A team of coders from Kazakhstan is showing how girls can make the world safer.
Their team, “/Flash,” competed in the 2017 Technovation Challenge, designing an app called QamCare to keep youth safe and parents informed when their children are traveling alone.
“What inspired me to take part in this challenge was to make change in my community,” said Aruzhan Koshkarova, a member of the team, in an interview with Teen Vogue. She and her four friends created a team and joined more than 11,000 girls from 103 countries to compete in the international coding challenge. As finalists, the girls flew to Silicon Valley, in California, to pitch their ideas to tech experts.
October 11 is International Day of the Girl, when the world celebrates the achievements of young women, such as Koshkarova and her teammates.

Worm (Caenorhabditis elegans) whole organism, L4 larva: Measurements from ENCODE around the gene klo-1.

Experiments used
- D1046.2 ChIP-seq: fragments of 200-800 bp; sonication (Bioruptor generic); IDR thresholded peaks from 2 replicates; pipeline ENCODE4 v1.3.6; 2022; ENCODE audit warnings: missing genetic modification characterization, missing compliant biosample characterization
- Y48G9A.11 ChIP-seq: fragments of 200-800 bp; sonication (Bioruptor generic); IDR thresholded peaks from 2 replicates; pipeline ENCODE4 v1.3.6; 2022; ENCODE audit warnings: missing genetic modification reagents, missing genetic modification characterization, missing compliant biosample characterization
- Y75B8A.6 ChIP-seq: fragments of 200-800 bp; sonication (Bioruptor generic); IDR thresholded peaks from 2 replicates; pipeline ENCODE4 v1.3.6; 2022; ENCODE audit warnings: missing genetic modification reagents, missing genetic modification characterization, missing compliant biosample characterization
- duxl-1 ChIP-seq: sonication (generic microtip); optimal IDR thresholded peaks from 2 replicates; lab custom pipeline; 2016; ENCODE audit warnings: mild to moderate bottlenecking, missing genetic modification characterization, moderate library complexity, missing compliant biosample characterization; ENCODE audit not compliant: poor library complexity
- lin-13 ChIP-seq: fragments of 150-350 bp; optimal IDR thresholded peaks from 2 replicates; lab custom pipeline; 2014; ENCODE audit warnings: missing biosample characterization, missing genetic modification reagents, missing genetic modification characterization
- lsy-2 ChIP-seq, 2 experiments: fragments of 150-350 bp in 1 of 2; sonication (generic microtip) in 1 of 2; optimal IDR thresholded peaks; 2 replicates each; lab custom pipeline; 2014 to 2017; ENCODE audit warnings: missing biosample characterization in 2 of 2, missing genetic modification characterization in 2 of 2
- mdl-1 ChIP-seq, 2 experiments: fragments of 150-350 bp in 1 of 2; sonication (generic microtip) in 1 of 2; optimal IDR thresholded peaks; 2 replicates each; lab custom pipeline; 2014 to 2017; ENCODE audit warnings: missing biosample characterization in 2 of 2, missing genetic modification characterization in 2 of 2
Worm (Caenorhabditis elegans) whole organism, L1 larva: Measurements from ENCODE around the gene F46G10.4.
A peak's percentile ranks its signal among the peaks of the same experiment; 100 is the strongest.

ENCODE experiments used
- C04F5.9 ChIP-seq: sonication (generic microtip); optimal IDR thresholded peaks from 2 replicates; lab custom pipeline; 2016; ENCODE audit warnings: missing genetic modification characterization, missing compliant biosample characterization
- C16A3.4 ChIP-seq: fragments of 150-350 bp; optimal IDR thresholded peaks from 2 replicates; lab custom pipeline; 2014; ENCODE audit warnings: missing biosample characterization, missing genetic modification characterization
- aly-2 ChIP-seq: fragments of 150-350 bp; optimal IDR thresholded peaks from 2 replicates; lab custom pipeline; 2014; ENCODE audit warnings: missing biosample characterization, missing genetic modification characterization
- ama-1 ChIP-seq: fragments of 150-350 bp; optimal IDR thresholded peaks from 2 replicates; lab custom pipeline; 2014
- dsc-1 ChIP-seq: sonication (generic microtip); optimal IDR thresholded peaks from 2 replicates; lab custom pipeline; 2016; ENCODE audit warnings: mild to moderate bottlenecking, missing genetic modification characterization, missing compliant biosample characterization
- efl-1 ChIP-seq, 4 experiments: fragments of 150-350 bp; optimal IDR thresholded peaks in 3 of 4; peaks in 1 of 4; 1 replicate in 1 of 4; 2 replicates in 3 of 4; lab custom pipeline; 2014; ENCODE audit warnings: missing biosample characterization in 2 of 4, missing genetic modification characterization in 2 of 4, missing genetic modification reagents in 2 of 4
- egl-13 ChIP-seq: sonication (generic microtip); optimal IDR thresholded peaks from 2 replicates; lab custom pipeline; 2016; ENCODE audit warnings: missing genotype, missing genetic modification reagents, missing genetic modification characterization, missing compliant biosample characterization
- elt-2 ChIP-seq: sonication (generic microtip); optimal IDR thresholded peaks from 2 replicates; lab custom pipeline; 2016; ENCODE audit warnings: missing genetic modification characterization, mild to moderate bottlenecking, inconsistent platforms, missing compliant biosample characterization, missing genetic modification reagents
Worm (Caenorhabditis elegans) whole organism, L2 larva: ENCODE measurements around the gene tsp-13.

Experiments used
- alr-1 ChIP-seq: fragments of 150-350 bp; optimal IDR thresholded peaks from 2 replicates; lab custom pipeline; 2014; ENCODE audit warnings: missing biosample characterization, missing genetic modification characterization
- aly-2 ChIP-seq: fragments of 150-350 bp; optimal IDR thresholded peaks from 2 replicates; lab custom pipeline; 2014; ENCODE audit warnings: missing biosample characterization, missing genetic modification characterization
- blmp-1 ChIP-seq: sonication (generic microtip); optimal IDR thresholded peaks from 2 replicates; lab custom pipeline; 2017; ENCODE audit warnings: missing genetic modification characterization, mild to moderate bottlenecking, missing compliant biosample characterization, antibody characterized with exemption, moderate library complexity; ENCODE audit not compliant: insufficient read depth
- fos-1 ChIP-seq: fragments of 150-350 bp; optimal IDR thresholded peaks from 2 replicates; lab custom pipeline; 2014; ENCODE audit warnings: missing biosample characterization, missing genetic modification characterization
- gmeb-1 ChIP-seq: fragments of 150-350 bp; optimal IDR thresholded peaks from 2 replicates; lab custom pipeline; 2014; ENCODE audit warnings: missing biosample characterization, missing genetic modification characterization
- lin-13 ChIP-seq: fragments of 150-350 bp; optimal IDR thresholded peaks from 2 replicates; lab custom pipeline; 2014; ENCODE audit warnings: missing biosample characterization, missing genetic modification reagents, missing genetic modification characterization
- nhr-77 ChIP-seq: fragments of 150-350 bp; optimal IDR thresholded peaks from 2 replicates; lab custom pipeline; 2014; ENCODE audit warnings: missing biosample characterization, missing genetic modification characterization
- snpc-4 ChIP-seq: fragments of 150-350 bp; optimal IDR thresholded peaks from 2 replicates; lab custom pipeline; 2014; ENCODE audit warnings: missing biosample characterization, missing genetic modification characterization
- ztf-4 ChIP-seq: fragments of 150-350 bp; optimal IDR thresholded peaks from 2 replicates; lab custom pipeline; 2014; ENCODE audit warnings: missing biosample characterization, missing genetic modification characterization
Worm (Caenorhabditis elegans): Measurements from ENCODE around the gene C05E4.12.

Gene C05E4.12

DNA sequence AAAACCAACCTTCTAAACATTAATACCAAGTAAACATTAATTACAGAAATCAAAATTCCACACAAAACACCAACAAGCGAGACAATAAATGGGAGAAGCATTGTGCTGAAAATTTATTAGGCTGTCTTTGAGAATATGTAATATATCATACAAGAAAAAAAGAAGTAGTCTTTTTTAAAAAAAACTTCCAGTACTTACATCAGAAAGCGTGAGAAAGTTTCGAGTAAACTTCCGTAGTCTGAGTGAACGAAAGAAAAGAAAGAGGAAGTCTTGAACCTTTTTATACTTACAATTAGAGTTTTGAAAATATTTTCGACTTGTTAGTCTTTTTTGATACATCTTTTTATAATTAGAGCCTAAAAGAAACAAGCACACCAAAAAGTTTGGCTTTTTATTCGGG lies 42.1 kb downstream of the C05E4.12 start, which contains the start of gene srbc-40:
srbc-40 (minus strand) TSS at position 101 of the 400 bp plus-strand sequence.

And the winner is …
The team’s app, QamCare, derived from the Kazakh word meaning “support,” won one of the grand prizes for its potential as a lifesaving tool. Nine people go missing every day in Kazakhstan, most of them young girls. The team’s app can share a child’s location with a “family circle” of trusted contacts. The team also developed a Bluetooth “panic button” that would allow children to alert parents without pulling out a cellphone. (The team’s video, above, shows the girls pitching the idea.)
“All people need safety and peace of mind,” said QamCare teammate Dianna Zhanakbayeva.
More science and tech is on the horizon for the members of Team /Flash, who are all teenagers from Almaty, Kazakhstan’s largest city. Koshkarova plans to become a mechanical engineer, and her teammates hope to study software development, chemistry and architecture.
Team /Flash developed QamCare at Makerspace Almaty, a technology lab at American Space Almaty, a space where anyone can learn and practice English, make friends and develop tech projects for free.
Other finalists pitched projects to build recycling infrastructure, to help survivors of female genital mutilation and to provide information that could decrease infant and maternal mortality. The Technovation Challenge is supported by U.S. companies — including Google, Adobe and Oracle — and partners with the United Nations and the Massachusetts Institute of Technology.